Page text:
World-Gen Volume 27 No 1 - page 11

Lou Lambruschi explains why central
inverters are intended for larger applica-
tions at higher voltage levels, so they are
more likely to be self-contained and field-
ready than string and microinverters.
In performing basic DC to AC conver-
sion, they are similar to string and micro
inverters, but central units are more likely
to include advanced features like power fac-
tor control, reactive power on demand and
revenue metering. Central inverters gener-
ally include robust fault ride-through provi-
sions, allowing them not only to continue to
operate through a fault, but also to offer
grid support. Thanks to their larger size,
redundancy can be designed into these
inverters to offer continued operation even
during a component failure. Users also ben-
efit from the intrinsic lower cost per kilo-
watt of a larger inverter, which — com-
bined with the right feature set and high
efficiency — can result in a lower total cost
of ownership.
Some manufacturers are incorporating
liquid cooling technology in their central
inverter models for a smaller footprint and
little or no air filter maintenance. While
water/glycol cooling systems are the most
widely used, a two-phase evaporative cool-
ing system with pumped refrigerant is
emerging as an alternative. This results in a
more compact and efficient system that
removes a lot of heat with a little liquid.
Such a system also minimizes consumable
items like filters and coolant additives. This
non-conductive system is also much safer
than mixing water with high-power elec-
On the operational side, central invert-
ers are evolving into more than just power
conversion devices. Features that make the
inverters more grid interactive increase
their value to the owner as a dispatchable
asset. Many models offer flexibility with
dual operating modes, allowing the inverter
to work equally well on command in grid-
parallel or island mode. Improved monitor-
ing and fault detection with a robust com-
munication interface is another increasingly
desirable feature.
Serviceability is also an important con-
cern with central inverters. While a smaller
inverter can be literally swapped out on
site, central inverters have traditionally had
larger and harder to access components. To
counter this disadvantage, newer modular
designs with lightweight interchangeable
phase modules, capacitors, inductors and
fans improve field serviceability. With an
accessible, modular design, scheduled
maintenance or even major repairs can be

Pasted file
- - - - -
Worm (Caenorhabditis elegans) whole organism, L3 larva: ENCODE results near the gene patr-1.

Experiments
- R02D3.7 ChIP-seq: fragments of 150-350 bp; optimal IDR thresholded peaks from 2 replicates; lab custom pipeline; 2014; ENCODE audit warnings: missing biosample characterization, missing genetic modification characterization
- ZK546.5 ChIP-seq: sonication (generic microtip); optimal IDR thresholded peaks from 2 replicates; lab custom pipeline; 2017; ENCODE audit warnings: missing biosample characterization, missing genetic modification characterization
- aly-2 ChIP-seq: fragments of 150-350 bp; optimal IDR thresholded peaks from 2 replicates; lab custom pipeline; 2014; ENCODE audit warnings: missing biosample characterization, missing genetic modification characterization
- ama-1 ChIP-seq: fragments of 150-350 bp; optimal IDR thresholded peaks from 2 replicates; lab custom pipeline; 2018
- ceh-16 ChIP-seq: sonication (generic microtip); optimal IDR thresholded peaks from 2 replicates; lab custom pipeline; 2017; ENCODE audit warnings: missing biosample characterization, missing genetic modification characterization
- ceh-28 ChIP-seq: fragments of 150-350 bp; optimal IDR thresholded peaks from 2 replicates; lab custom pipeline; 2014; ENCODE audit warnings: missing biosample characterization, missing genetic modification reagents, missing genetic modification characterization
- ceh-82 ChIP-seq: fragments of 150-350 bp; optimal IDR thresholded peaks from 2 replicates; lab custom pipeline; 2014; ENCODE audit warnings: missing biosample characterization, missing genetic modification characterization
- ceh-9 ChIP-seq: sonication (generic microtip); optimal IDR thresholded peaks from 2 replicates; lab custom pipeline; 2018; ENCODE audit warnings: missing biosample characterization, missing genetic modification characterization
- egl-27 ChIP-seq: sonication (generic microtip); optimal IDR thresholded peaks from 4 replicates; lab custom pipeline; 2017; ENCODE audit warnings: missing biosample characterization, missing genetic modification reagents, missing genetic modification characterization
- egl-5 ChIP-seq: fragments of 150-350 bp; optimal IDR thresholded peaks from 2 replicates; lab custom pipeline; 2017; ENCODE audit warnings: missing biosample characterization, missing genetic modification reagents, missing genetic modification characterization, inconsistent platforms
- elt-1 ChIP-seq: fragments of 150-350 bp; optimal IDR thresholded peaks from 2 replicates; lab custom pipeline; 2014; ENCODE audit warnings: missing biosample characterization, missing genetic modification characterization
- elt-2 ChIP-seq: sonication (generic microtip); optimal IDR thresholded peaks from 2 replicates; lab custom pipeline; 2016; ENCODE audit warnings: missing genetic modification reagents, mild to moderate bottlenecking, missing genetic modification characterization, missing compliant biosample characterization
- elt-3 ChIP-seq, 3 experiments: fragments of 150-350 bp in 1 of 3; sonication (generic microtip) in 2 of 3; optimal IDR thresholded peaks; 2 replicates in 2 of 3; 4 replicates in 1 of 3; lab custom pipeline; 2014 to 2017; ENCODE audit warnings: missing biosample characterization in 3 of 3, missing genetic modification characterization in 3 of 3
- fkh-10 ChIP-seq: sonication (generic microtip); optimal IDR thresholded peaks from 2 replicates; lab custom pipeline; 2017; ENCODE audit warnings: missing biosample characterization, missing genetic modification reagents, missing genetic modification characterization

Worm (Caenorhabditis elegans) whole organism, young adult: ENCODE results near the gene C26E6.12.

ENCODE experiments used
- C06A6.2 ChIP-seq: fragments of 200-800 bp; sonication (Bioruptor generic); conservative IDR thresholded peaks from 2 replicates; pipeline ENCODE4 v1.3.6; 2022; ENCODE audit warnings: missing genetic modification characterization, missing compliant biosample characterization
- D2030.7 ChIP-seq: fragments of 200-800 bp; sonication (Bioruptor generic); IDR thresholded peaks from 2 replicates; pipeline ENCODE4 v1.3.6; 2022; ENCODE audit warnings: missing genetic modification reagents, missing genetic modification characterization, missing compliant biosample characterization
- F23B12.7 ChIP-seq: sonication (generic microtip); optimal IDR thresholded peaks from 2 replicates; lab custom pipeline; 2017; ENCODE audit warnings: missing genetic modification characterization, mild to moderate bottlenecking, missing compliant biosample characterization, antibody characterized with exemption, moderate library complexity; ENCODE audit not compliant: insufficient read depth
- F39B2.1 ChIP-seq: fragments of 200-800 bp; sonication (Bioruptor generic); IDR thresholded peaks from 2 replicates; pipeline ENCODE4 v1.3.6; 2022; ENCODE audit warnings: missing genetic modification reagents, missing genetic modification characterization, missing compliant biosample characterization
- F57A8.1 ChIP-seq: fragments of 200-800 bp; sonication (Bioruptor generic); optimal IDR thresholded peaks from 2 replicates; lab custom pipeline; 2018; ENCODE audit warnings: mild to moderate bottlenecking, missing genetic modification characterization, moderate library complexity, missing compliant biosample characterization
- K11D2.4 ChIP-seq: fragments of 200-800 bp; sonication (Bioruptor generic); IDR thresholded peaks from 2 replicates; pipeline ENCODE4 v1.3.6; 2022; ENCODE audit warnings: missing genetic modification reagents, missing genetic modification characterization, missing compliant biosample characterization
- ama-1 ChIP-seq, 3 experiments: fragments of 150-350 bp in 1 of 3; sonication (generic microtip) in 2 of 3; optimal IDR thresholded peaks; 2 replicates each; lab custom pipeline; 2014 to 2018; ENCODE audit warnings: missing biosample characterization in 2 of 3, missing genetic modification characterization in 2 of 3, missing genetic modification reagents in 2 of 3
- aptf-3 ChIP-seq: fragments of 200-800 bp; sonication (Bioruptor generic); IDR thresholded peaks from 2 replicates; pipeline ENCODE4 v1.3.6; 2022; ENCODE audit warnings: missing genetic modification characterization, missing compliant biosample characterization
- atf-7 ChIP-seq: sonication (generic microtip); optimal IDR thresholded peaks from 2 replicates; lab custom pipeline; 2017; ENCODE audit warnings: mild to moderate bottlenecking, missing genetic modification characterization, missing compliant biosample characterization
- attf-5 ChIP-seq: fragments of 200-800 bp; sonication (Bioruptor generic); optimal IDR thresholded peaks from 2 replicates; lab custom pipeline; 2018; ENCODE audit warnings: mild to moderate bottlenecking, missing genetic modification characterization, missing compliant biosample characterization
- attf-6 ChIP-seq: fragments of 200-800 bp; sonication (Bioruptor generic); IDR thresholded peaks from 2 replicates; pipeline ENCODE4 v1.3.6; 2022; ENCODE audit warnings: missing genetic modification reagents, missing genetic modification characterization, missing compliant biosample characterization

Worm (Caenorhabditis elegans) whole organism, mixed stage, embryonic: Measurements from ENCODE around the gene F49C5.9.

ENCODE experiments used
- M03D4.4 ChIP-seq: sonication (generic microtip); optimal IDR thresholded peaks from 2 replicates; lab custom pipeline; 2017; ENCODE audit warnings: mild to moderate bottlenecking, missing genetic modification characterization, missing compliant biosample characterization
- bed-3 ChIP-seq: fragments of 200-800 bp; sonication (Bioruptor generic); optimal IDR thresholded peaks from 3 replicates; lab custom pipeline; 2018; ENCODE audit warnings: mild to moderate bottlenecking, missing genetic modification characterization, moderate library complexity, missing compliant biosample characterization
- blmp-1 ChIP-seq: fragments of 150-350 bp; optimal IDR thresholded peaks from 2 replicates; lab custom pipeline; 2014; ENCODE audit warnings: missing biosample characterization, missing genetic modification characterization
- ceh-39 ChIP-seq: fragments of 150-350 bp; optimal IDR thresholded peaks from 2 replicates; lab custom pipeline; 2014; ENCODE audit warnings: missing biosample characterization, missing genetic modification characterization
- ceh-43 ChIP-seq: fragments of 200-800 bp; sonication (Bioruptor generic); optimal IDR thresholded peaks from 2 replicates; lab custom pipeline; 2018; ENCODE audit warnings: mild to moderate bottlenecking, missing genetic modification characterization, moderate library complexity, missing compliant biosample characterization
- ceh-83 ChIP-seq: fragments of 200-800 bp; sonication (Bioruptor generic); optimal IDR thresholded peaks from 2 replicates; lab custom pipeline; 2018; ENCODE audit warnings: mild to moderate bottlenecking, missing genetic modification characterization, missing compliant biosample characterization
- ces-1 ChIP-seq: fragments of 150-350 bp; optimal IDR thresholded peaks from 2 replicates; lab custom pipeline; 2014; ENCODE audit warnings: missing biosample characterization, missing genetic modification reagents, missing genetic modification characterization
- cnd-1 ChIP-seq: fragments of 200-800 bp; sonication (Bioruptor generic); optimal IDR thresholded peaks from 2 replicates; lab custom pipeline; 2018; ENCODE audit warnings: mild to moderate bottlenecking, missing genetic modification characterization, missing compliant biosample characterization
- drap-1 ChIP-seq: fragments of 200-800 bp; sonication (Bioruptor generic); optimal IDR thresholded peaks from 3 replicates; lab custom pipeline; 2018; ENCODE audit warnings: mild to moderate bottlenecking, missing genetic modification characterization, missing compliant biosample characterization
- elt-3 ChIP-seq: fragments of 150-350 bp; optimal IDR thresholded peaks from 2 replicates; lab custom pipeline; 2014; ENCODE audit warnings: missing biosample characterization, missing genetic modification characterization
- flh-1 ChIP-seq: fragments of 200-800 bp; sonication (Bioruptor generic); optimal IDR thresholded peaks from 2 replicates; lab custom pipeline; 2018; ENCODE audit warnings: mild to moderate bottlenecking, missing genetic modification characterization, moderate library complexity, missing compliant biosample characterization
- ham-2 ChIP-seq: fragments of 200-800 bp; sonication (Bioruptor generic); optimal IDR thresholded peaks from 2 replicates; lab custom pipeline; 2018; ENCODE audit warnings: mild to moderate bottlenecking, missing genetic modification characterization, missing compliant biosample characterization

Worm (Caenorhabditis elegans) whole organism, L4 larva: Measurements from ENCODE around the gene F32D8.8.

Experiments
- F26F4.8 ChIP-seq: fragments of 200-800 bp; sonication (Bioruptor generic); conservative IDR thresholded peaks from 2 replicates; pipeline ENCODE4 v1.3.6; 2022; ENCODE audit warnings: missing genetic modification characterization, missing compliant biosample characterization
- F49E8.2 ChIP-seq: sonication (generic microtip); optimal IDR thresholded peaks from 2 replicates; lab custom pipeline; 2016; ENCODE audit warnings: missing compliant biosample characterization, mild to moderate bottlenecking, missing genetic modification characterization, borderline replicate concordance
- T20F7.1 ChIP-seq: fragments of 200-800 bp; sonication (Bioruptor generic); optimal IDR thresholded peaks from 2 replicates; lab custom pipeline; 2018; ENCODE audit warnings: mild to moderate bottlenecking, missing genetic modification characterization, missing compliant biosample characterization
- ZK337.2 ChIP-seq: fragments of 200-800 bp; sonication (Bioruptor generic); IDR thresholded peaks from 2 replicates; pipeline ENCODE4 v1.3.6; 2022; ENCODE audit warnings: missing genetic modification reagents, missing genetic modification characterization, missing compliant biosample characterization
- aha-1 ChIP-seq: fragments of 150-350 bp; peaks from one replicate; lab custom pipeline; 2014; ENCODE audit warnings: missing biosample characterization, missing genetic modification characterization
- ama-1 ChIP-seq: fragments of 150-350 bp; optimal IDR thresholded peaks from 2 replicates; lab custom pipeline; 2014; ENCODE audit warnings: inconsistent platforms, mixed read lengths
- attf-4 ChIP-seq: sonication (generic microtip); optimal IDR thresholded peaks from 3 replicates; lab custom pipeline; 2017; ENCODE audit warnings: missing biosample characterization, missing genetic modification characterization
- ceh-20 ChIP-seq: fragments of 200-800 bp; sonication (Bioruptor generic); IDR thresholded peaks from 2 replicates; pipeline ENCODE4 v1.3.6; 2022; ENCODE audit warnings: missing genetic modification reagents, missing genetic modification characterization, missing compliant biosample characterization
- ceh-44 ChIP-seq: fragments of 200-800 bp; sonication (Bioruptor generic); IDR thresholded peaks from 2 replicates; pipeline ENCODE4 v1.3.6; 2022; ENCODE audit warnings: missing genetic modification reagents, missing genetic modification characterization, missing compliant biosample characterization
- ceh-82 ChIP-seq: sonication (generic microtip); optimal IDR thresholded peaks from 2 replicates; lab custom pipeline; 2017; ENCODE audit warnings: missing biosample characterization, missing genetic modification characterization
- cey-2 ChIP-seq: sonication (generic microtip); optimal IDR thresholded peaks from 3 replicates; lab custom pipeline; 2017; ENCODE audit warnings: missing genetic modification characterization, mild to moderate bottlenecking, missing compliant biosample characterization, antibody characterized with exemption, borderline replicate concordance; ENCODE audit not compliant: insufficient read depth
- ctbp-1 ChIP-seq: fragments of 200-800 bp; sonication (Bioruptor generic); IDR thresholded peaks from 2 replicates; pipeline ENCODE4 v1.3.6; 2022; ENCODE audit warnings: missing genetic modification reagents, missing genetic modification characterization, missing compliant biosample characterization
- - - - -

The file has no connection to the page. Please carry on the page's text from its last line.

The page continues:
done in an hour or less — rather than sev-
eral days. Preferably, all serviceable compo-
nents can be accessed externally without
requiring an operator to enter the inverter
enclosure. External access panels also
enhance safety and simplify permitting.
Central inverters tend to be most
attractive options for ground-mounted
installations that are 400 kW and higher,
and when 1000-V or higher input capability
is required. Central inverters designed and
built with environmental sealing and self-
contained cooling systems can be sited in
desert or coastal conditions without need-
ing housing. Central inverters with “smart”
features are also desirable in situations that
require energy management. Such central
inverters can provide grid support with
power factor control or by providing reac-
tive power on demand.
As more renewable sources are
deployed, grid power quality will become
an increasing concern. There will likely be
a corresponding demand for “smart” cen-
tral inverters that can support the grid. We
see a growing demand for devices that will
meet both current and proposed industry
regulations, and anticipate that this trend
will continue.
Parker Hannifin Energy Grid Tie
Division is located in Charlotte, NC, and is
part of Parker’s Automation Group. The
division focuses its operational and global
growth strategies on power conversion for
renewable energy and on utility scale and
micro-grid energy storage products and
technology. Its products are used to support
the rapidly expanding renewable energy
market and the associated energy storage
requirements needed to integrate renewable
sources and to improve utility grid stability
and quality. The charter of the division is to
continue rapid development and accelerated
growth of this emerging market for energy
storage, solar power, wind power, and other
fast growing grid tie systems.
The Charlotte facility includes manufac-
turing and test capabilities, as well as prod-
uct design and project engineering. Field
engineering and startup service are provid-
ed by a team of direct service engineers
deployed regionally, and international sup-
port is augmented by Parker’s extensive
network of global facilities.
Parker’s track record in energy storage
includes installations beginning in 2008,
and over 100 megawatts of capacity
installed to date. Major projects include a
32 megawatt system at Laurel Mountain
WV, an AES wind farm, and a 12 megawatt
system in Chile at AES – Gener. Parker is a
founding member of MESA (Modular
Energy Storage Architecture) Standards
Alliance, and provided MESA compliant
power conversion equipment for the
Snohomish PUD project.
Louis Lambruschi has worked in the
field of electrical power conversion for over
three decades with Parker and other firms.
During his tenure with Parker, he has
worked extensively in the field of grid tie
inverters as applied to electricity storage and
the harvesting of renewable energy. Lou
earned a Bachelor of Science degree in elec-
trical engineering from Rensselaer
Polytechnic Institute in Troy, NY.
Marketing Communications & E-Business Manager
Parker Hannifin-Energy Grid Tie Division
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